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Ta-Nehisi Coates wrote Between the World and Me as a letter to his fifteen year old son growing into a black man in America. This letter, is 152 pages long. Because this work feels precisely like a letter, it results almost in guilt while reading it because you feel all the love and pain and anguish and anger that Coates experiences and expresses to his son. These are emotions that aren’t generally shared when writing about American history.* Books about history can induce anger, frustration, and guilt, but those are experienced by the reader, and not outright expressed by the writer. Why? Because we were told that history is what actually existed. We do not learn until later that history alters by who is telling the history, who is the writer, the “academic.” And so these “history” books we read growing up, are very one-sided, and of course, emotions are removed, falsely assuming objectivity. But how are they objective when they are only telling one version?

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Huntington Library: Two Bibliophiles Freak Out Over a First Folio

Gutenberg Bible, Huntington Library

 

Years ago the Huntington Library hosted an exhibition about Bukowski. I flew to Los Angeles, as a friend promised to take me. Fast forward to that Saturday night, 2am, and drinks are still flowing. Then to 4am, when we get back to her place. Around 4:30, I fall asleep, and I know, there will be no Bukowski exhibit for me. I wake up, early, anxious, excited, hopeful even though I know how the day will play out. My friend and her boyfriend, late risers, a late brunch, joined by her friends that I don’t know. And no Bukowski for me.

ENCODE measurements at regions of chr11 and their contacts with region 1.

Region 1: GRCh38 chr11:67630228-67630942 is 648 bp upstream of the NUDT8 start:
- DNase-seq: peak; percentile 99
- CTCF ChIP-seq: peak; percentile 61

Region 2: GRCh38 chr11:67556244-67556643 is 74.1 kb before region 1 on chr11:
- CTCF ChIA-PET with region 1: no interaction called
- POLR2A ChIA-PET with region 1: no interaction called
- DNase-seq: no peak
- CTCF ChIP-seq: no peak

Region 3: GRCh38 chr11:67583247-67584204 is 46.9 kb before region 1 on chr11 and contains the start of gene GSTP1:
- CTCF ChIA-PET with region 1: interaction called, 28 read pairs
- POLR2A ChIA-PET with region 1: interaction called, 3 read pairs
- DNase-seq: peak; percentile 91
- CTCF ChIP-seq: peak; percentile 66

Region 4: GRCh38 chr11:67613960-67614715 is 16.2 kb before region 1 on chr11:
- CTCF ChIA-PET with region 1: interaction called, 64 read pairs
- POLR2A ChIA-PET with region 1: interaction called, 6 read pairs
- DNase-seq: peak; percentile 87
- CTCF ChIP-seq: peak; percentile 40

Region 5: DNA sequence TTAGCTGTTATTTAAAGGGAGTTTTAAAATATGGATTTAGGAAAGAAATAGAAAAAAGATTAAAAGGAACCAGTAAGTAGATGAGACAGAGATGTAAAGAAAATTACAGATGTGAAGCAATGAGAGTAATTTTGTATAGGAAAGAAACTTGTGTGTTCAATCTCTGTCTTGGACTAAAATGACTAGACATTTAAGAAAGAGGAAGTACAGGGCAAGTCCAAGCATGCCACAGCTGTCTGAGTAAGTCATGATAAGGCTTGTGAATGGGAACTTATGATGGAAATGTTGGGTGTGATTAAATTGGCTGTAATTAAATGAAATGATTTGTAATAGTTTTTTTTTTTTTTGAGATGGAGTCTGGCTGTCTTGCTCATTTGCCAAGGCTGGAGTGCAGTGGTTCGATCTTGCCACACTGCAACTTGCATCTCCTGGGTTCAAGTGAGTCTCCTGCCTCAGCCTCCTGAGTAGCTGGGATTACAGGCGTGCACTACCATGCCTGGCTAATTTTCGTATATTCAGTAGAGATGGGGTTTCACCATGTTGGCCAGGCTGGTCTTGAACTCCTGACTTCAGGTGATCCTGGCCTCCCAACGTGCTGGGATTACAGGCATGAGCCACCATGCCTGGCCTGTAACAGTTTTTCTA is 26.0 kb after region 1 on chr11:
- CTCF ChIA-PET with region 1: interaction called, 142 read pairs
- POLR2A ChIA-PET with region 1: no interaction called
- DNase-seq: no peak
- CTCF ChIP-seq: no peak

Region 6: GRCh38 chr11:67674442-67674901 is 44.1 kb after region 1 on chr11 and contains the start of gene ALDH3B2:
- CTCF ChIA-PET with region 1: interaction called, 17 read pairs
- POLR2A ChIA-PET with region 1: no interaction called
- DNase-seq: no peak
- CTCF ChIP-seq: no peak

This last week, I was visiting another friend in Glendale, California. She is another fellow bibliophile, also with her MA in English Literature. We had only two and a half hours to explore the Library, the American Art Collection, the European Art Collection, the Japanese gardens, the Chinese gardens, the desert gardens, and the rose gardens. We ended up spending the bulk of our time in front of famous books. Those books that you read about, the ones that are always featured in crime thrillers, where the shady book dealer brokers a deal with the devil to get the crooked rich buyer a folio that no one’s ever heard of because it’s the only one in existence because no one will allow it to be mass produced.